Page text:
Share this post
The decision dilemma
Written by David Gaffney, partner
18 November 2020
Johnson Service Group, a provider of workwear and textiles to the hospitality industry, yesterday became the latest company to yield to the ravaging effects of Covid-19 on its business, announcing more than 1,500 redundancies as the impact of restrictions continues to hamper the sector and its supply chains.
According to PA, that takes the total number of actual or potential redundancies announced in the UK since the start of the pandemic past the quarter-of-a-million mark.
Of course, to think or talk about the effects of this virus purely in statistics risks obscuring the human stories behind the figures. Each of those 250,185 roles was occupied by a person, many of whom were supporting partners and families, and who will now face an indefinite period of unemployment and uncertainty with the attendant implications for their health and financial security.
Many charged with running a business, or indeed a division of one, will have been forced to make some uncomfortable decisions over the past eight months. The vast majority of those leaders will have understood – and been deeply affected by – the personal ramifications of their actions, the necessity and inevitably of which do nothing to soften their blow.
The good news we received last week about the efficacy of a coronavirus vaccine is tempered by the knowledge that it will be at least several months before it and other potential solutions are available at scale. With that knowledge comes the reality that many more painful and unwelcome decisions will need to be taken and communicated by business leaders, whether it relates to jobs, strategy, premises, supply chains, or a combination of them all.
We can never expect everyone to agree with every decision taken in a boardroom, but customers, staff, suppliers, investors, media, and other stakeholders will want to be assured that every possible option was exhausted, and that the ultimate outcome was communicated clearly, transparently, and with genuine empathy. Britannia Hotels made itself a poster boy for how not to do it early on in this economic crisis and will feel the reputational damage of this callous blunder for years to come.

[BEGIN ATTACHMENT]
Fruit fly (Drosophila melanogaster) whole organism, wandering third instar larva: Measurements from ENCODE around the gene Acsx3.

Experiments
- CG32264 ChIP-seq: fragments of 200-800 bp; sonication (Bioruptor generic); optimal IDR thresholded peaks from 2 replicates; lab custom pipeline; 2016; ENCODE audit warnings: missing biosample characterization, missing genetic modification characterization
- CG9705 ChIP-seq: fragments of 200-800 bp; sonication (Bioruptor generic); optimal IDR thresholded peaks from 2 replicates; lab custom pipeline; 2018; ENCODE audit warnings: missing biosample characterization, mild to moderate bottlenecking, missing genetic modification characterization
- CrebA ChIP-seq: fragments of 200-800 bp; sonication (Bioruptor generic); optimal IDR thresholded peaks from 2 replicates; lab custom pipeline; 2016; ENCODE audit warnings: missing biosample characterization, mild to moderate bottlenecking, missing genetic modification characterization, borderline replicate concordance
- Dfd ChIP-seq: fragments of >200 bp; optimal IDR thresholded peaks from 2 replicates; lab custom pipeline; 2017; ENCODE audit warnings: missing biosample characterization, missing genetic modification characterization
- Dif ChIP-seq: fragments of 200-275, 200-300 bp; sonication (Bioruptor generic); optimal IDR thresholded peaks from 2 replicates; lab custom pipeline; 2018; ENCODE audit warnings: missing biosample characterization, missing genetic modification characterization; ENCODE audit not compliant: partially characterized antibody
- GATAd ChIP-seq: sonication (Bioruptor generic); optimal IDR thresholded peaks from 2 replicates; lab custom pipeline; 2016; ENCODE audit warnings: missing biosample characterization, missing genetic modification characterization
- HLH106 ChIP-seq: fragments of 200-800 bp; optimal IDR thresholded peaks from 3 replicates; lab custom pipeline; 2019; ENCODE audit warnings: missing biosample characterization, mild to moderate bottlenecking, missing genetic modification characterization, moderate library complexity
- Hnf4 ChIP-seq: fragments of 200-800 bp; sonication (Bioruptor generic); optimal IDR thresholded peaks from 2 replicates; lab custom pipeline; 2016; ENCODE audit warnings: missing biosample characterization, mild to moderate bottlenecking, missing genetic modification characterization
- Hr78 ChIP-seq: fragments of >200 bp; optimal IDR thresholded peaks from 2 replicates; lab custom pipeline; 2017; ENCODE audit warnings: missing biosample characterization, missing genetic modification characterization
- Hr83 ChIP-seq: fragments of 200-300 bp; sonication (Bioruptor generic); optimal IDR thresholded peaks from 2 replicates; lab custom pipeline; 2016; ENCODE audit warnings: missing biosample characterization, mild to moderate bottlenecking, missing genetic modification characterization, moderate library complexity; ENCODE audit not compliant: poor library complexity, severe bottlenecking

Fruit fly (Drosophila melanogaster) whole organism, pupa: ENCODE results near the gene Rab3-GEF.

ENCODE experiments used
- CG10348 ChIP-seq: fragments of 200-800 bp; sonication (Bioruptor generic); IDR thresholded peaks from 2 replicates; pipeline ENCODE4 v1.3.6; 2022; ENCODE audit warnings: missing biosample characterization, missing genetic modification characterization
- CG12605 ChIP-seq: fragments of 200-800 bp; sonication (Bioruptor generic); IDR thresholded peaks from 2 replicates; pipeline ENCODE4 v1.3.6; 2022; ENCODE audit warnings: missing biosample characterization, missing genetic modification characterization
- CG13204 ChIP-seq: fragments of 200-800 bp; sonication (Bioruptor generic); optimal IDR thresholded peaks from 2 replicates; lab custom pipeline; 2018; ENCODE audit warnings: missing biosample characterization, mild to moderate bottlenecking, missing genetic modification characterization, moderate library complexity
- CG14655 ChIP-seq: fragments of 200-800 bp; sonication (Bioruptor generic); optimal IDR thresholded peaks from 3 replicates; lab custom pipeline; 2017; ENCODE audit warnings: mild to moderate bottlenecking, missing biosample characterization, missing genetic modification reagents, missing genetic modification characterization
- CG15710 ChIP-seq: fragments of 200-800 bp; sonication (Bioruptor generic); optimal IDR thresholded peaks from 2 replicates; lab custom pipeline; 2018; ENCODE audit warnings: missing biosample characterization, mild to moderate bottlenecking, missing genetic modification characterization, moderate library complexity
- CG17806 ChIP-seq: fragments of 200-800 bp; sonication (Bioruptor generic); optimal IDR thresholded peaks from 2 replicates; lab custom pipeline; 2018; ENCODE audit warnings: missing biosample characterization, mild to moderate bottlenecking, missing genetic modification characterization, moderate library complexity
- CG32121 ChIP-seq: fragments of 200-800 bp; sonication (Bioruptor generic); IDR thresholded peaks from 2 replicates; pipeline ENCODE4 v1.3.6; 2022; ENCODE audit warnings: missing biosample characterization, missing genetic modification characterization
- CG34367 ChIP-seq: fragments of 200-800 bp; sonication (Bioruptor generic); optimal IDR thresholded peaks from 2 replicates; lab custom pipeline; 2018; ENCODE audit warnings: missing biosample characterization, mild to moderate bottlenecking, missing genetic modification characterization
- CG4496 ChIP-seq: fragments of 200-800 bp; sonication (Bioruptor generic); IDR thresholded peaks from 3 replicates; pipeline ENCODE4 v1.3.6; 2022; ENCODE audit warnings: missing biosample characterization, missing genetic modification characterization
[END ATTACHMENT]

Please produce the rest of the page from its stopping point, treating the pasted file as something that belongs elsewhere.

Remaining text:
Given the scale of the government and central bank intervention in the economy, and the enduring shadow cast across public life by Covid-19, greater scrutiny will be applied to actions like these than might otherwise have been the case.
Expect politicians and the media to shine bright lights upon those organisations and the people who lead them, especially those that took public money before either falling over or making large numbers of people redundant.
Insolvencies, closures and major redundancy programmes are among the most testing corporate actions any senior executive will face, fraught with emotion and stress layered upon the not inconsiderable practical and logistical challenges that must be overcome. As such, it is imperative that leadership teams have trusted advisers who can share the burden throughout these situations, to ensure they are handled with a level of professionalism and sensitivity that will safeguard reputations even in the most trying circumstances.
No two situations are exactly the same and each has its own unique set of factors. It will be important in these instances for restructuring professionals, advisers and companies themselves to think carefully about their various stakeholders, what is communicated to them, how those messages can be delivered sensitively, and when.
The future is infinitely longer than the present and the long-term sustainability of an organisation may be put at risk by choices made in the eye of a storm, when the pressure of a situation can cause otherwise surefooted professionals to act hastily and without full consideration of the consequences.
This not only requires strong governance and good stewardship through a crisis, but consistency and clarity of communication. Honest, clear and comprehensive explanations of the rationale behind decisions are infinitely more useful than jargon-ridden platitudes and the tone and manner of their delivery is as important as the messages themselves.
None of this is easy – which is why you should pause, reflect, and seek the advice of people who have been there before and have the benefit of distance from which to offer an objective opinion.
Thinking carefully about how difficult decisions are communicated will never entirely neutralise their emotional and reputational impact. However, by failing to do so, companies will guarantee a level of scrutiny and opprobrium they could well do without at an already trying time.